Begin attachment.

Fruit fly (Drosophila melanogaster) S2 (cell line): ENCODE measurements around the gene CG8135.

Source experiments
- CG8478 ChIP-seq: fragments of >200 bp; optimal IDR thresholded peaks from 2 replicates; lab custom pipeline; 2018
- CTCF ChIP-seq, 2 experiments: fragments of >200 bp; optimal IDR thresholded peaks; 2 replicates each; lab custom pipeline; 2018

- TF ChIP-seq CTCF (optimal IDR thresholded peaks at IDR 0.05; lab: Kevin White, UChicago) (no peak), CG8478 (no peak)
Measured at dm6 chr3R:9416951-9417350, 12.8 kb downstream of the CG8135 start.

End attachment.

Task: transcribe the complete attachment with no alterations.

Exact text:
Fruit fly (Drosophila melanogaster) S2 (cell line): ENCODE measurements around the gene CG8135.

Source experiments
- CG8478 ChIP-seq: fragments of >200 bp; optimal IDR thresholded peaks from 2 replicates; lab custom pipeline; 2018
- CTCF ChIP-seq, 2 experiments: fragments of >200 bp; optimal IDR thresholded peaks; 2 replicates each; lab custom pipeline; 2018

- TF ChIP-seq CTCF (optimal IDR thresholded peaks at IDR 0.05; lab: Kevin White, UChicago) (no peak), CG8478 (no peak)
Measured at dm6 chr3R:9416951-9417350, 12.8 kb downstream of the CG8135 start.